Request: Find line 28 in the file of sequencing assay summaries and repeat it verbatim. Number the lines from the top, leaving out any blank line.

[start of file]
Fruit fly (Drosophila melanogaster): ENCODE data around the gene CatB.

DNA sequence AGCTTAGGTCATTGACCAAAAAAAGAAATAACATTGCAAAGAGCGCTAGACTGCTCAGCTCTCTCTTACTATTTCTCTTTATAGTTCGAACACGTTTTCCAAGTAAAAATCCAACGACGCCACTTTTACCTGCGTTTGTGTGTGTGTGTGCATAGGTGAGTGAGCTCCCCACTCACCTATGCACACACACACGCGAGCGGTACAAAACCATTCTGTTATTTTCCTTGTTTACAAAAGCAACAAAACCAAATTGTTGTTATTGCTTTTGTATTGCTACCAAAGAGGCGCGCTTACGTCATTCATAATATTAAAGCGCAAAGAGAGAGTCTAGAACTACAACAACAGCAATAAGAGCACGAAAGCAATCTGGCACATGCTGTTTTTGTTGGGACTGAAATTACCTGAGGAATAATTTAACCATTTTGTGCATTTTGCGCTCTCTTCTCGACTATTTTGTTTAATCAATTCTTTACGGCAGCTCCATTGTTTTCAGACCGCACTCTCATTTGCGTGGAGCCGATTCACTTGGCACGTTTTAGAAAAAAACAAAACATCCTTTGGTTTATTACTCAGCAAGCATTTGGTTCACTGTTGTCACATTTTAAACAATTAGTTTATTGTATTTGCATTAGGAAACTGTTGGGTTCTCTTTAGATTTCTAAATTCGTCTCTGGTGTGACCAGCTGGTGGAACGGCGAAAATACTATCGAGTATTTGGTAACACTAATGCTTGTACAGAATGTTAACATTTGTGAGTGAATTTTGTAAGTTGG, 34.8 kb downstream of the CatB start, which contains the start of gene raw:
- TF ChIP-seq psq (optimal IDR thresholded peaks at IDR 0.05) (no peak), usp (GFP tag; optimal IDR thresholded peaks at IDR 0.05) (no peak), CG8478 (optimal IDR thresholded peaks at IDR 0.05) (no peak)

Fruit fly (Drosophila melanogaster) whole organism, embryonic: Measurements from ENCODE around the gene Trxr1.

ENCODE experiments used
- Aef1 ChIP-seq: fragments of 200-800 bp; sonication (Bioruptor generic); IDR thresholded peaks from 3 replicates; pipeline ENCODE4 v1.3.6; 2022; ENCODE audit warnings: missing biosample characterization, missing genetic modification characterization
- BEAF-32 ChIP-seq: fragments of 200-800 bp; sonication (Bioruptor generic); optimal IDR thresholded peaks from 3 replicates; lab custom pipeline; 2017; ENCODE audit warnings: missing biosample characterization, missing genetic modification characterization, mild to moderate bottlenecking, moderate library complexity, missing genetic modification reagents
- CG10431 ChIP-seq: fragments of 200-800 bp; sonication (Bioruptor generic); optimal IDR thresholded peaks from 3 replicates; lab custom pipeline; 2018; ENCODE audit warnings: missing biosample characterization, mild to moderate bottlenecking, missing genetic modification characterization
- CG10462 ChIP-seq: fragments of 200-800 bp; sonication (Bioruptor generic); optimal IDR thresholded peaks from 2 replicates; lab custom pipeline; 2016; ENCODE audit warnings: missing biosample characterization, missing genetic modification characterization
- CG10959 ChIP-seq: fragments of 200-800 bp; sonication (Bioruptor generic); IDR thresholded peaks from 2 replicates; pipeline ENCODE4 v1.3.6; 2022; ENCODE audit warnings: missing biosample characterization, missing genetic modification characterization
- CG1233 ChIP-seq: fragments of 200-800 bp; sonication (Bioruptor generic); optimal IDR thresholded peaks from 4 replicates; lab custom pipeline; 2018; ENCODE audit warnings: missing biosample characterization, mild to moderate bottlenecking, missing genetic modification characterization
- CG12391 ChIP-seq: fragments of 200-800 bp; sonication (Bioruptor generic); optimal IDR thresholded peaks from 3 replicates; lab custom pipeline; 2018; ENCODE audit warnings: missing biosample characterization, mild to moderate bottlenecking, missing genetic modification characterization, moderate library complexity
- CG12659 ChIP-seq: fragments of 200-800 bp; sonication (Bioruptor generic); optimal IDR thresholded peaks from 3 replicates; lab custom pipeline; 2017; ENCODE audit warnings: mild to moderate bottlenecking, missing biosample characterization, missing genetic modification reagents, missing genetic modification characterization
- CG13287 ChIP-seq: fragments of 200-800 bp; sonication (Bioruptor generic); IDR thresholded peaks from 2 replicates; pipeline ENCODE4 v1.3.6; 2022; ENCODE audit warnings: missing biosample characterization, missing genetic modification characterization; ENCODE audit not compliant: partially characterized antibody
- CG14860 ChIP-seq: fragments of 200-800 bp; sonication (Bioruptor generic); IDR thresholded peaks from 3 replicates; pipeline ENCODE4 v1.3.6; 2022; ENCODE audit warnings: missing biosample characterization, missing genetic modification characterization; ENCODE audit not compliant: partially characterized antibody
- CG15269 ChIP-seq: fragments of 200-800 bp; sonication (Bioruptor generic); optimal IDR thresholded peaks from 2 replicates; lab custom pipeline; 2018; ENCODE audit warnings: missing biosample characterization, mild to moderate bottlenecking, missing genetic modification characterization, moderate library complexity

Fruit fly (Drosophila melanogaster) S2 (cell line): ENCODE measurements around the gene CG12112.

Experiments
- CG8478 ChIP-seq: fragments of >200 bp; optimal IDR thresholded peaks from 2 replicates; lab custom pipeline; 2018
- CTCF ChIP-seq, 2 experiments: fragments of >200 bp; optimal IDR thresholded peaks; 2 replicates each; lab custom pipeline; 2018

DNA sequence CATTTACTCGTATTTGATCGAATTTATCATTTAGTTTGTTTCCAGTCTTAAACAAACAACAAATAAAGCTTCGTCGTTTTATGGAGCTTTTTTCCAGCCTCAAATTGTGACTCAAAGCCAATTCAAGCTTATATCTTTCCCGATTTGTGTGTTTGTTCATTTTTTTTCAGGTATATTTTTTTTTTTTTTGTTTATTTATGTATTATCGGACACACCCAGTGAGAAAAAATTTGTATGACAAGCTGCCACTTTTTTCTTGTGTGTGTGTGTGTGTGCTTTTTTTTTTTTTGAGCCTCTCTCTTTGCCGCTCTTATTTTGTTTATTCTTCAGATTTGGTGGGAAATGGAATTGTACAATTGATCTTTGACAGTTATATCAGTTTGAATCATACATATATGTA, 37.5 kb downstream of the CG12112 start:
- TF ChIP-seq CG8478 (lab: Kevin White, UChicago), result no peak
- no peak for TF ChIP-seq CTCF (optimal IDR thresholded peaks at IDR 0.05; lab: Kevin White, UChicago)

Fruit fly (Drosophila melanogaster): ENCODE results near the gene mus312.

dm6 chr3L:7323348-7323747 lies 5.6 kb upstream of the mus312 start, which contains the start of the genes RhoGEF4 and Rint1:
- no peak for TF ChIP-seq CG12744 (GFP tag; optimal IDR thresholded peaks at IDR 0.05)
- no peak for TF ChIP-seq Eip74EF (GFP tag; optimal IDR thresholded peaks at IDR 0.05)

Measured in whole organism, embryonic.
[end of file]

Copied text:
Measured in whole organism, embryonic.